A preposterous proposition
THE government’s decision, as mentioned in a New Age report published on Saturday, to no longer appoint new recruits in the administration cadre to the posts of assistant commissioner (land) in upazilas and instead direct upazila nirbahi officers to carry out the duties assigned to those officers in addition to their routine responsibilities appears anything but well thought out. What is more intriguing, as the senior secretary to the public administration ministry sought to explain the reasons behind the decision, the government thinks that the tasks entrusted on an assistant commissioner ( land) are ‘more delicate and complex’ and thus require ‘some experiences to perform better’. Also, reportedly, the widespread allegations against many assistant commissioners (land) of getting involved in corruption in the early days of their career have led the government to take such a decision.
Meanwhile, it may be worthy to mention here that, apparently in a show to execute this whimsical decision, the public administration ministry has already turned down the land ministry’s requests to provide them with officials to be appointed as assistant commissioners (land), hence as many as two hundred and sixty two out of four hundred and eighty two upazilas currently have to run without such officers over more than a year. Invariably, as a result, the field-level land administration has plunged into a disarray condition causing sufferings to the public.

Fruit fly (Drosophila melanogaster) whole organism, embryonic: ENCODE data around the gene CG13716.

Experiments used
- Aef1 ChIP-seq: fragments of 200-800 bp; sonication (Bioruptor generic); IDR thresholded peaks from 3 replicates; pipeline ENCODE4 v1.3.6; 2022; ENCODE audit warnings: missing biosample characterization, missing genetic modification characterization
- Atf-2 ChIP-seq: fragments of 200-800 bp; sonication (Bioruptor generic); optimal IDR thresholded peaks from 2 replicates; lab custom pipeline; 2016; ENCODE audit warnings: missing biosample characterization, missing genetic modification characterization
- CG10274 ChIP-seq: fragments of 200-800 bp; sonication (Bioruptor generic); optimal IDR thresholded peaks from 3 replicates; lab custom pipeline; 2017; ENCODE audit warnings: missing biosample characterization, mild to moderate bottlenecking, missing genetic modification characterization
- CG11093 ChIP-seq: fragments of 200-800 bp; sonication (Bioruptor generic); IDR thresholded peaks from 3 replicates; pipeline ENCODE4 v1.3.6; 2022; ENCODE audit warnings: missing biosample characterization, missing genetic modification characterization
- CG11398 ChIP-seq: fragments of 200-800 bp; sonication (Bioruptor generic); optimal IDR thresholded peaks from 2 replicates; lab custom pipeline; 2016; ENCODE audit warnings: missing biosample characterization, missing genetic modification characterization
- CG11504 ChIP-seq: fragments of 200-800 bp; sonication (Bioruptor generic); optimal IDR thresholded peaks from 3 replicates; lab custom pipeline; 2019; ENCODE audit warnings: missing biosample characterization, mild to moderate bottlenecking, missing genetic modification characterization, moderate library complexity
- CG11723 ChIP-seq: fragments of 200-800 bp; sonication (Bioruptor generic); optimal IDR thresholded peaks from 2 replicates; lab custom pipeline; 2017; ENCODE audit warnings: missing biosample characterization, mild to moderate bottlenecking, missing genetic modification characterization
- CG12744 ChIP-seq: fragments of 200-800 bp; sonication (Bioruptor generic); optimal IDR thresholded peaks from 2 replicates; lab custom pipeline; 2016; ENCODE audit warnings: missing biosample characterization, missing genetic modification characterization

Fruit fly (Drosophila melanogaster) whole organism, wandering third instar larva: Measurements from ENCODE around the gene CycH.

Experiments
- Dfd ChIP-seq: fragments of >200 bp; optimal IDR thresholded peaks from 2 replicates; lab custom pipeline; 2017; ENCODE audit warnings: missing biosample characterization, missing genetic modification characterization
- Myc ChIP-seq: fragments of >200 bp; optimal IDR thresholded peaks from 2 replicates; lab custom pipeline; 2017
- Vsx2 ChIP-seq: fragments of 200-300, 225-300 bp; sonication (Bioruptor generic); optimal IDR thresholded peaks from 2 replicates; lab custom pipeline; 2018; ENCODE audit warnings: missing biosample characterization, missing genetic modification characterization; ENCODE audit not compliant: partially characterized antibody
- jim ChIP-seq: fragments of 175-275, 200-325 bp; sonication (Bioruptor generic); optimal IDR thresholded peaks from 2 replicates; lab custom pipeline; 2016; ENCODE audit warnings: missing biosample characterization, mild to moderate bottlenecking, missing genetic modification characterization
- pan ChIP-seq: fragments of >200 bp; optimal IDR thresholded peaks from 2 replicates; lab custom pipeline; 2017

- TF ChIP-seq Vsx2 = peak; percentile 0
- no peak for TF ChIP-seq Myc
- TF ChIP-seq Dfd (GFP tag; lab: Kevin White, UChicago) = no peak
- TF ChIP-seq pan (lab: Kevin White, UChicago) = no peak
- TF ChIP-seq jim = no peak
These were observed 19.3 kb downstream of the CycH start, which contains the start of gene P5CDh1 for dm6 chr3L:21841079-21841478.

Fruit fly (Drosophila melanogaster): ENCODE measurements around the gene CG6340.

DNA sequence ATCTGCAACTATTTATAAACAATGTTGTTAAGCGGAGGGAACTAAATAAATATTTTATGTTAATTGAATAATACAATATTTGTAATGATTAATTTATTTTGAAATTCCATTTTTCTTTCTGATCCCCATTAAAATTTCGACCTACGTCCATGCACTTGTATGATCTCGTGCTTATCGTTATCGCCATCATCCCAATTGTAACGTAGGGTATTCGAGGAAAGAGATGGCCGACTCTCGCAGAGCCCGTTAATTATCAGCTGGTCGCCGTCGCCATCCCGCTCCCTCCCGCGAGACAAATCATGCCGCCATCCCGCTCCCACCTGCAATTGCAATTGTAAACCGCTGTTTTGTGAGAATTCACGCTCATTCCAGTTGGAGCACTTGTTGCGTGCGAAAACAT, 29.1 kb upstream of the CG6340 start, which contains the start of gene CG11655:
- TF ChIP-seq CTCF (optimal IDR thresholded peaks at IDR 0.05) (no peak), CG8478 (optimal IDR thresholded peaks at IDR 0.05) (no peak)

The tasks an assistant commissioner (land) is entrusted with include ‘settling land disputes, collecting revenue, reclaiming government land and updating land records’ are indeed difficult. In terms of public interest, they also carry a great deal of significance. On the other hand, the regular duties of a UNO include coordination among all the departments at the upazila level and the monitoring of all the development activities at that level. Additionally, s/he has to play a vital role in conducting all sorts of public examinations, not to mention run mobile courts in a bid to rein in various crimes. Overall, it need not be overemphasised that imposition of the extra duty in question on the UNOs, many of whom are to some extent grappling with their routine responsibilities, will necessarily lead to overburdening them putting their quality of service at risk further. That apart, one cannot deny the fact that they are also levelled more often than not with corruption charges.
In consideration of all this, the government needs to realise that the manner in which it seeks to get rid of the crisis with regards to alleged inefficient dealing with the land-related cases by the assistant commissioners (land) or their involvement in rampant corruption amounts to cutting off head to cure headache or so. If it is really willing to find out an effective option, it needs to provide sufficient relevant training to the assistant commissioners (land) as well as ensure proper monitoring of their activities in a sustained manner.
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